In her performances, there was never a sense of opera as mere entertainment, a night out with pretty music. She took every note seriously, where others fudged and coasted; she was refined where others were vulgar. In her powerfully expressive voice and magnetic presence, opera really, truly mattered.

Watch her perform “Tu che le vanità” from Verdi’s “Don Carlo” in concert in 1962, near the end of her career. You are aware even before she opens her mouth of opera’s founding paradoxes. She is grand, and honest; epic, and intimate.

Opera in the modern era is at its core an exhumation of the past, a literal revival. Callas is the essential singer — she is opera — not because of her instrument or her acting, but because, with a combination of born intuition and carefully acquired skill, she imagined and reconstructed a vanished world.

She took on a whole repertory — the bel canto of the early 19th century, notably operas of Gaetano Donizetti, Vincenzo Bellini and Gioachino Rossini — that had been ignored or distorted for generations. And she approached pieces that had never left the public, like “La Traviata,” Donizetti’s “Lucia di Lammermoor” and Bellini’s “Norma,” as if they were being done for the first time. The title character of “Lucia,” then widely assumed to be a chirpy cipher, was in Callas’ throat a morbid, ecstatic gothic heroine — more intense, and more believable. In the wake of World War II, she showed that Europe’s patrimony could emerge from the rubble.

Born in New York to Greek immigrants, Callas grew up listening to Metropolitan Opera radio broadcasts and, at 13, returned with her mother to Greece. Just a year later, she was singing Carmen’s “Habanera” and Norma’s “Casta diva” as a conservatory student in Athens.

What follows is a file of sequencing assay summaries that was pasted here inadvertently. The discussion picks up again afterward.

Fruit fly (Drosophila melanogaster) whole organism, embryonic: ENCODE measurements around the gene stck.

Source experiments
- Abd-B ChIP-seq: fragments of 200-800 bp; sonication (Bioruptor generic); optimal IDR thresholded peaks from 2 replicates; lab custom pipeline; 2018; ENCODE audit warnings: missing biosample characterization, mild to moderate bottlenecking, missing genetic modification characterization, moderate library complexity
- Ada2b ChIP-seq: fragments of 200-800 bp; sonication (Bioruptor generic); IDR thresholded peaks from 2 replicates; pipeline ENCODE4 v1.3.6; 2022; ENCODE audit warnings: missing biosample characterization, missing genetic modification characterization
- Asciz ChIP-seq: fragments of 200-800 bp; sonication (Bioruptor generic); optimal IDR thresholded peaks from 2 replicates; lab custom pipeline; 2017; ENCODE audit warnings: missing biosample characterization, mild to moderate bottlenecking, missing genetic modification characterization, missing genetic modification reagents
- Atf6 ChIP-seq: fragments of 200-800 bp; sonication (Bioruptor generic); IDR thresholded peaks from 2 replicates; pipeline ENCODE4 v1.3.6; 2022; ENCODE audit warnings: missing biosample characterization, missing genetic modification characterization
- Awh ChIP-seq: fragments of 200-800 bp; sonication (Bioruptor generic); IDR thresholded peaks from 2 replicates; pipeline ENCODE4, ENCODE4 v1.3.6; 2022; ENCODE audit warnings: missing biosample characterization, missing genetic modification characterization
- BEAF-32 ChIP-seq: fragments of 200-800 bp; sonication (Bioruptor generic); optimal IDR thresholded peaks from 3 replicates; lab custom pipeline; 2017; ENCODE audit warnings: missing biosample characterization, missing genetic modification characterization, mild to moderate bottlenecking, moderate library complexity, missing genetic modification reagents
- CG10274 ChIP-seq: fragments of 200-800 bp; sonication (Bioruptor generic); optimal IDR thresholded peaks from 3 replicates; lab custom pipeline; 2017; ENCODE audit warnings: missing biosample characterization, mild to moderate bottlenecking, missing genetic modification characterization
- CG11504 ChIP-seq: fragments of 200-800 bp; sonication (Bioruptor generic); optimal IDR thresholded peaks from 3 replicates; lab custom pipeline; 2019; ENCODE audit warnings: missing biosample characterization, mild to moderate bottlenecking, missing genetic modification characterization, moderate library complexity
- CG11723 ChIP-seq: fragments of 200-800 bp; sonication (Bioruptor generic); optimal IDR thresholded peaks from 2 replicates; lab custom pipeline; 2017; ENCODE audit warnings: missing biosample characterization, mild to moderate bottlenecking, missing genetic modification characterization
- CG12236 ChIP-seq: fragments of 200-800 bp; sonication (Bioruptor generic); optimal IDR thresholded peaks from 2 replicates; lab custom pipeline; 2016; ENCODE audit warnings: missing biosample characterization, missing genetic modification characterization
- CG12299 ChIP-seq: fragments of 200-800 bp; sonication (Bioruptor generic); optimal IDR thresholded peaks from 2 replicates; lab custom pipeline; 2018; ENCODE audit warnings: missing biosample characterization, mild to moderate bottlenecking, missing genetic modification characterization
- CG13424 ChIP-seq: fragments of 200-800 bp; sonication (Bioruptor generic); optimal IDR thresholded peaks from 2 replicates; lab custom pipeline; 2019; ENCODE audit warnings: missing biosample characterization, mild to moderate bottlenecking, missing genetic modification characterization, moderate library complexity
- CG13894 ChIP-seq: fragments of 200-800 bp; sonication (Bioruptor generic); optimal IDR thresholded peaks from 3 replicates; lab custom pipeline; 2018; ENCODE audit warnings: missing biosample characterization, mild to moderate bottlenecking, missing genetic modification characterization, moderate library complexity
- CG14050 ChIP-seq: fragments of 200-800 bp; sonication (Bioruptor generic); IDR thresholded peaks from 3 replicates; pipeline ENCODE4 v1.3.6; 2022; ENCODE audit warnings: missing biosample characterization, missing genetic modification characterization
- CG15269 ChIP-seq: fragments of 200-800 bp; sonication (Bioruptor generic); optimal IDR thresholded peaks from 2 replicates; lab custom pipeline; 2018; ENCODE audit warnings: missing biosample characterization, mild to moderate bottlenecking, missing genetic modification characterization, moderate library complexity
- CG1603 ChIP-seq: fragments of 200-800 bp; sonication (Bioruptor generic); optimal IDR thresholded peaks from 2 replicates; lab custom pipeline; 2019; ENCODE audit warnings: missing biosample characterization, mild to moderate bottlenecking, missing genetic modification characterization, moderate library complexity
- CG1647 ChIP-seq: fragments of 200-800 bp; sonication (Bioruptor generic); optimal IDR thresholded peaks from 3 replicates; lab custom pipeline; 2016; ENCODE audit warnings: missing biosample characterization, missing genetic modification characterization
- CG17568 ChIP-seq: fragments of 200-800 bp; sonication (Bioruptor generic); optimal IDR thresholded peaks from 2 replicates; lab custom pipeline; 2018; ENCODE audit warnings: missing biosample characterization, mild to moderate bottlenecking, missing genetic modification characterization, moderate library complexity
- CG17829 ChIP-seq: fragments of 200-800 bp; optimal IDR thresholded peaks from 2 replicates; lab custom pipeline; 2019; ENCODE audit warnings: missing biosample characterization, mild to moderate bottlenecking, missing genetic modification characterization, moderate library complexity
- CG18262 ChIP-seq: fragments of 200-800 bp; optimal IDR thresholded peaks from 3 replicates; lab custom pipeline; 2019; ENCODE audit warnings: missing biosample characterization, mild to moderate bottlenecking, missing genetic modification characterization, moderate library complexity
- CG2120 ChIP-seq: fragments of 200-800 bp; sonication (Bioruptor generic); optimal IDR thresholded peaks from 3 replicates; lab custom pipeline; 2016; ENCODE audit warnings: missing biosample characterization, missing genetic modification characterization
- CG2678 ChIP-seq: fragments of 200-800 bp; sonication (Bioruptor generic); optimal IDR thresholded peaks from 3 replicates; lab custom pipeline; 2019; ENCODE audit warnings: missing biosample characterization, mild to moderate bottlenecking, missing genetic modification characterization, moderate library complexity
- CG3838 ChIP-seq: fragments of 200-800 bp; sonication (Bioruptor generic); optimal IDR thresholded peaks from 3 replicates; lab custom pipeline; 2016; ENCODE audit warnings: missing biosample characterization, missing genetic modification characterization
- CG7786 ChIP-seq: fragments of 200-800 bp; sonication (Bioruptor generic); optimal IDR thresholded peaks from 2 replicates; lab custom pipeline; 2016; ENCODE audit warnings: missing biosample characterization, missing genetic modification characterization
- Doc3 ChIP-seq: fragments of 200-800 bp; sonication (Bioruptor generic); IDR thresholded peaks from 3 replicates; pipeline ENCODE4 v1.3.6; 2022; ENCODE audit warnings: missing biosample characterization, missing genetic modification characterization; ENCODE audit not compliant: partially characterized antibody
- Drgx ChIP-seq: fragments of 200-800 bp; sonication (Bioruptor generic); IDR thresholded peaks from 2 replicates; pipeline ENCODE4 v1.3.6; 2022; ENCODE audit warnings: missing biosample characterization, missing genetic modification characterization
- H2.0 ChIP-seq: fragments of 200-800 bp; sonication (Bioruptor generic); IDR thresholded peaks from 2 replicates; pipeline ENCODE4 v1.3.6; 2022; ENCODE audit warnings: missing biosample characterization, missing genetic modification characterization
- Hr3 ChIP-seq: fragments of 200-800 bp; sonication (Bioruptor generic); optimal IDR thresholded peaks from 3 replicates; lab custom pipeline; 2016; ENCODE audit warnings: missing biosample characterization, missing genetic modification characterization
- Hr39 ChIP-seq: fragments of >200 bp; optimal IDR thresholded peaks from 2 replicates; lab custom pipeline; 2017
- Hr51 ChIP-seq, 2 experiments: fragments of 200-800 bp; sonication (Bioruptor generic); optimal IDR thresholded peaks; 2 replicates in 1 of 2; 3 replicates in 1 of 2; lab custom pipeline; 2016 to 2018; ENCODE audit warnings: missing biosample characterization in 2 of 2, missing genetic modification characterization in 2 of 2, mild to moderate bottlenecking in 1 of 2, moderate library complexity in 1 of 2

She had no real apprenticeship. There were no supporting parts, no young-artist programs. By her early 20s, she was singing some of the most challenging roles in the repertory; by her early 30s, she was singing them all over the world.

She made her name with outlandish feats like doing Brünnhilde in Wagner’s “Die Walküre” and Elvira in Bellini’s “I Puritani” — which few sopranos paired in the same lifetime — in the same week. And once she became an object of worship, scratchy pirated recordings of a passionate “Traviata” from Lisbon, Portugal, were passed around like religious relics; ditto a Mexico City “Aida,” in which Callas stretched an old but rare interpolated high E flat to gleaming length at the end of the Triumphal Scene.

Her voice, matchlessly articulate and often quite beautiful but also idiosyncratic and fragile, didn’t hold out too long, and her career was brief; there was maybe a decade of prime singing, largely in the 1950s. By the time she was 40, it was essentially over.

Brief — and unbelievably dense and tumultuous. Who knows the root of Callas’ restlessness, her insane commitment, her ferocity, her rivalries? There was clearly a deeply ingrained sense of unworthiness that you could trace back to her difficult childhood, with a mother who openly preferred her prettier sister. Self-buttressing, self-hating, self-defeating, Callas needed the stage desperately, and yet she always needed to be pushed onto it.

Her loss of some five or six dozen pounds in the early ’50s, slimming into one of the century’s most stylish women, made news, as did her dropping out midway through a “Norma” in Rome in 1958. The year before, she had pleaded illness before missing a performance of Bellini’s “La Sonnambula” in Edinburgh, then was photographed at a swank party in Venice. A lifetime later, it all seems so petty, but the venom that greeted these cancellations — hard to imagine today — helped usher in the end of Callas’ career.